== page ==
Super Typhoon Maria Churns Along China's Coast Before Losing Strength to Become a Tropical Storm

Waves from the sea crashed into residential buildings and water sprayed into streets in Chinese coastal cities as super typhoon Maria made landfall on Wednesday morning.

The storm slowly churned against coastal communities, before pouring rain onto the city of Fuzhou in Fujian Province as it lost strength and was downgraded to a tropical storm, AccuWeather reported.

Northern Fujian and southern Zhejiang provinces faced the worst of the heavy rain and winds. Peak wind gusts of 94 miles per hour were seen along some coastal communities.

Chinese cities on the country's southern coast are expected to continue to see heavy rainfall and wind through Thursday, as the storm moves inland and weakens, meteorologists at AccuWeather predicted.

VIDEO: Typhoon Maria hits Japan's southern #Okinawa region with torrential rains and powerful winds #TyphoonMaria

— AFP News Agency (@AFP) July 11, 2018

"Maria's excessive rainfall can lead to significant flooding," AccuWeather Senior Meteorologist Alan Reppert said. "Mudslides are a serious concern in areas of rugged terrain."

Aerial photos taken on Tuesday from the Chinese news agency Xinhua showed giant waves beating against a seashore wall in Wenling City, east of Zhejiang Province, as the storm came near.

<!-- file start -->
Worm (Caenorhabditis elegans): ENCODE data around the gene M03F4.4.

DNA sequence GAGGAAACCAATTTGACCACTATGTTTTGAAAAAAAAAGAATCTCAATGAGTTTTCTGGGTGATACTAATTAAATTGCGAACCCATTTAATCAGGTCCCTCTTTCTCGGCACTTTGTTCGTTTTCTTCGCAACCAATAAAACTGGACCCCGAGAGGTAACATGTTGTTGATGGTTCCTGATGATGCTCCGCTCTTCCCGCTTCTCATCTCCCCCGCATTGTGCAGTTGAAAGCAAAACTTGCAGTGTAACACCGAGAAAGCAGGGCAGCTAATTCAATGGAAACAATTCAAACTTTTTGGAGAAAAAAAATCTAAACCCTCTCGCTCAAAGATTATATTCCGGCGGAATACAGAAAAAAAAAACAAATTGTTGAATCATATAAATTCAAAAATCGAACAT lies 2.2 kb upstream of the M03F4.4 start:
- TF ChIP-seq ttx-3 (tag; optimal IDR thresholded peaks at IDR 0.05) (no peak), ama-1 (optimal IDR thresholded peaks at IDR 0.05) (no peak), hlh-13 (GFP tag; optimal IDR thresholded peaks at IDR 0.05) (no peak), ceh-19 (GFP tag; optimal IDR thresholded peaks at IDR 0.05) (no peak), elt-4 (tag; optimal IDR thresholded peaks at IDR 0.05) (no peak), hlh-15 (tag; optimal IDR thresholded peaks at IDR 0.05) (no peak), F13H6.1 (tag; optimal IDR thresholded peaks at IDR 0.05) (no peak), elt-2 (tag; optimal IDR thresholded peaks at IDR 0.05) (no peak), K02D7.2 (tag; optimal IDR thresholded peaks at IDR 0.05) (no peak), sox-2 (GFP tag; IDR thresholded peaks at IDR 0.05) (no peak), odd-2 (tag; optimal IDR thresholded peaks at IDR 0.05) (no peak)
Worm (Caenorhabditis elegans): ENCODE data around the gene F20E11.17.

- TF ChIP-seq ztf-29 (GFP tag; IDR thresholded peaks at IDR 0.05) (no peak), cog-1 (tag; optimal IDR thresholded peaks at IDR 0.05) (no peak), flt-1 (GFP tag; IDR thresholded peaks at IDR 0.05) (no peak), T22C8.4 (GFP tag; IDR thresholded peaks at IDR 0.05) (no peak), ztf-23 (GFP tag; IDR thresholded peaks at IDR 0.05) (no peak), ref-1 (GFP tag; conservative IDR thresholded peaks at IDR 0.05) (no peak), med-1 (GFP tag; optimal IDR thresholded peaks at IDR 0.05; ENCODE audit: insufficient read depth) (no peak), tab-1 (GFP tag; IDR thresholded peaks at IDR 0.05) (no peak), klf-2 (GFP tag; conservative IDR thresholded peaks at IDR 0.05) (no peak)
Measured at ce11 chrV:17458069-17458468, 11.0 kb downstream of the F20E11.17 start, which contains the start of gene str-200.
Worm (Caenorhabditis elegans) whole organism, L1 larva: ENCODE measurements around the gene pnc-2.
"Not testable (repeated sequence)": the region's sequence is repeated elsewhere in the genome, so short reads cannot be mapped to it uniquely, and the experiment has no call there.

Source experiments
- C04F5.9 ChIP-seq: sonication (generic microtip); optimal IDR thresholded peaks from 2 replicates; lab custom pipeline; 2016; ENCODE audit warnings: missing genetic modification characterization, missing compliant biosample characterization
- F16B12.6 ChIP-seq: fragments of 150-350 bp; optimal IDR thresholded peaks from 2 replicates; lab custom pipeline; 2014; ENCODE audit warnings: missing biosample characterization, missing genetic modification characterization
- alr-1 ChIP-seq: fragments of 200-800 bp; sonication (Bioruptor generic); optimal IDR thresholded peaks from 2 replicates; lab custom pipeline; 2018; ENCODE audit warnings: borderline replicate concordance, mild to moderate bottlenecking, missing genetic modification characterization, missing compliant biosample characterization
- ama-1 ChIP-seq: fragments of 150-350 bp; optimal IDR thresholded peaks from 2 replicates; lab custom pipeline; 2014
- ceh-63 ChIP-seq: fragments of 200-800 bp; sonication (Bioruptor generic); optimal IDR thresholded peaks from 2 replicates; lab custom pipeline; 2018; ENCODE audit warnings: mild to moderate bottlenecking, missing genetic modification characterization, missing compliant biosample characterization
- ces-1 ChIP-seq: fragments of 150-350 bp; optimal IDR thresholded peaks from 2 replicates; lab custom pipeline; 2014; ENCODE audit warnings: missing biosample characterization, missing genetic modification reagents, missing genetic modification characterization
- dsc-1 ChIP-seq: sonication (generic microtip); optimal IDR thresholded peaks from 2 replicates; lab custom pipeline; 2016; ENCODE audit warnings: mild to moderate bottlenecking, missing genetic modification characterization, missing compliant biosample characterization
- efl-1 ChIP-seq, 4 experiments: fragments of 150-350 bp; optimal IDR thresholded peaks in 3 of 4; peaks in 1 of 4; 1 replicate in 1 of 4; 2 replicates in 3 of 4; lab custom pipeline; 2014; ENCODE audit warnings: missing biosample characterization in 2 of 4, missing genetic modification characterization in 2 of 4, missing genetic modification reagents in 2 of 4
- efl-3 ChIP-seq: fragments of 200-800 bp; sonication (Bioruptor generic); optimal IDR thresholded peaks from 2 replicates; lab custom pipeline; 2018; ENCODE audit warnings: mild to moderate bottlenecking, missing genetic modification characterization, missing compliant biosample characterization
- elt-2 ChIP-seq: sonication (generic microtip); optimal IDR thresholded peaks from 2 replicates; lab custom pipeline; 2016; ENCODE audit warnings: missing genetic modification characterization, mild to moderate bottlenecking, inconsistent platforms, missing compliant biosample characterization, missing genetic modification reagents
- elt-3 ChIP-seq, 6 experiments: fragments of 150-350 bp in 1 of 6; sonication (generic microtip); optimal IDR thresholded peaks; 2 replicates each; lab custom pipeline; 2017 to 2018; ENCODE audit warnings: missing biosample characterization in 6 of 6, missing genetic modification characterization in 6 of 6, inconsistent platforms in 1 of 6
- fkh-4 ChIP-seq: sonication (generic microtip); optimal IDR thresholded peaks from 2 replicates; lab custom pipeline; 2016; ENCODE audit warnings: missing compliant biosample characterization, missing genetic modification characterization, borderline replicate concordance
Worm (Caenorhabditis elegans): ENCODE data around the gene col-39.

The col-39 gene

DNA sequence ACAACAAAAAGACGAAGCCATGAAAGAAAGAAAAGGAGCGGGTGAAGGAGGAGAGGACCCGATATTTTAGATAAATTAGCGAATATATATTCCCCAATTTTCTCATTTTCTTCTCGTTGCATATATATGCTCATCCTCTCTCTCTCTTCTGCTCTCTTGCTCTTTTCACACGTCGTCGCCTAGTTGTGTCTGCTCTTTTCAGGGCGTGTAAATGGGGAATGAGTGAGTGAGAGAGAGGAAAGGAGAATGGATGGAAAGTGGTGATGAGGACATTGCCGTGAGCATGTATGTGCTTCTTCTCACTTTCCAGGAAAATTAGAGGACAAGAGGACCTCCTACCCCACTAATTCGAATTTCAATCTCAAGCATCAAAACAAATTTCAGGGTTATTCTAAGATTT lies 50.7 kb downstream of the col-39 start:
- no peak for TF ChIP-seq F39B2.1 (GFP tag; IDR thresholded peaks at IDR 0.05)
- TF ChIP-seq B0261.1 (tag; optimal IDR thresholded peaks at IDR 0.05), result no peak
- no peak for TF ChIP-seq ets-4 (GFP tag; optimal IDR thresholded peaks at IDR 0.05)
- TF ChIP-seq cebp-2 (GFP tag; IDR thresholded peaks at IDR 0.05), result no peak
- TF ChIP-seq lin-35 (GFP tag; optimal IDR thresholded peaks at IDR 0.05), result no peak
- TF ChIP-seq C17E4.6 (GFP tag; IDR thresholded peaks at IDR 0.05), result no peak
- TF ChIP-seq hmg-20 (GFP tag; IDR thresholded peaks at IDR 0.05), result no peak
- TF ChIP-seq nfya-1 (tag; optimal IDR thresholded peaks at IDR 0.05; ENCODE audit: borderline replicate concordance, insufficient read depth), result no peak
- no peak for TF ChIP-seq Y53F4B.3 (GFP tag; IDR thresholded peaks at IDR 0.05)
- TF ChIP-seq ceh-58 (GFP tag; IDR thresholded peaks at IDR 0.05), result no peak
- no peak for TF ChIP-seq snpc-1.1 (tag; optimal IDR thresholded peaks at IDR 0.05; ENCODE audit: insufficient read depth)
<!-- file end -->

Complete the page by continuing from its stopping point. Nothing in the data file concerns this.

It is the eighth typhoon this year to approach the Chinese coast.

In preparation for the storm, several coastal schools and businesses closed in Fuzhou on Wednesday and more than 200 trains were cancellations due to the storm, according to Xinhua news.

Before descending on China, Maria ripped through Japan's Miyako islands on Tuesday, pouring heavy rain on the region, The Weather Channel reported.

During the afternoon local time, Maria's eye passed directly over Japan's Miyakojima Island, home to 56,000 people.

The storm also lashed Taiwan, where about 3,000 residents were ordered on Tuesday to evacuate their homes before the storm grazed over the island. Two people were injured.

Several cities in Taiwan also declared a typhoon holiday on Wednesday, closing schools and businesses, according to the Taiwan Times.

Landslides from heavy rains are a concern for residents in northern Taiwan, where about 700 people died in 2009 when a village was engulfed by a mudslide caused by downpour from Typhoon Morakot.

Taiwan's UNI Air suspended approximately 70 domestic flights, while Hong Kong's Cathay Pacific canceled another dozen flights to and from Taiwan's capital city Taipei, according to Agence France-Presse.

Premier William Lai cautioned residents to "remain vigilant" for the typhoon as fishermen tied up their boats and farmers hurried to harvest scallions before the storm.

In the hours before the storm made landfall, the U.S. State Department also issued a weather advisory for American citizens in eastern China.

Waves slam into the shore at Shitang Town as Typhoon Maria approaches China mainland on July 11, 2018, in Taizhou, Zhejiang Province of China. Typhoon Maria made landfall at around 9:10 a.m. Wednesday in Lianjiang County, Fujian. Getty Images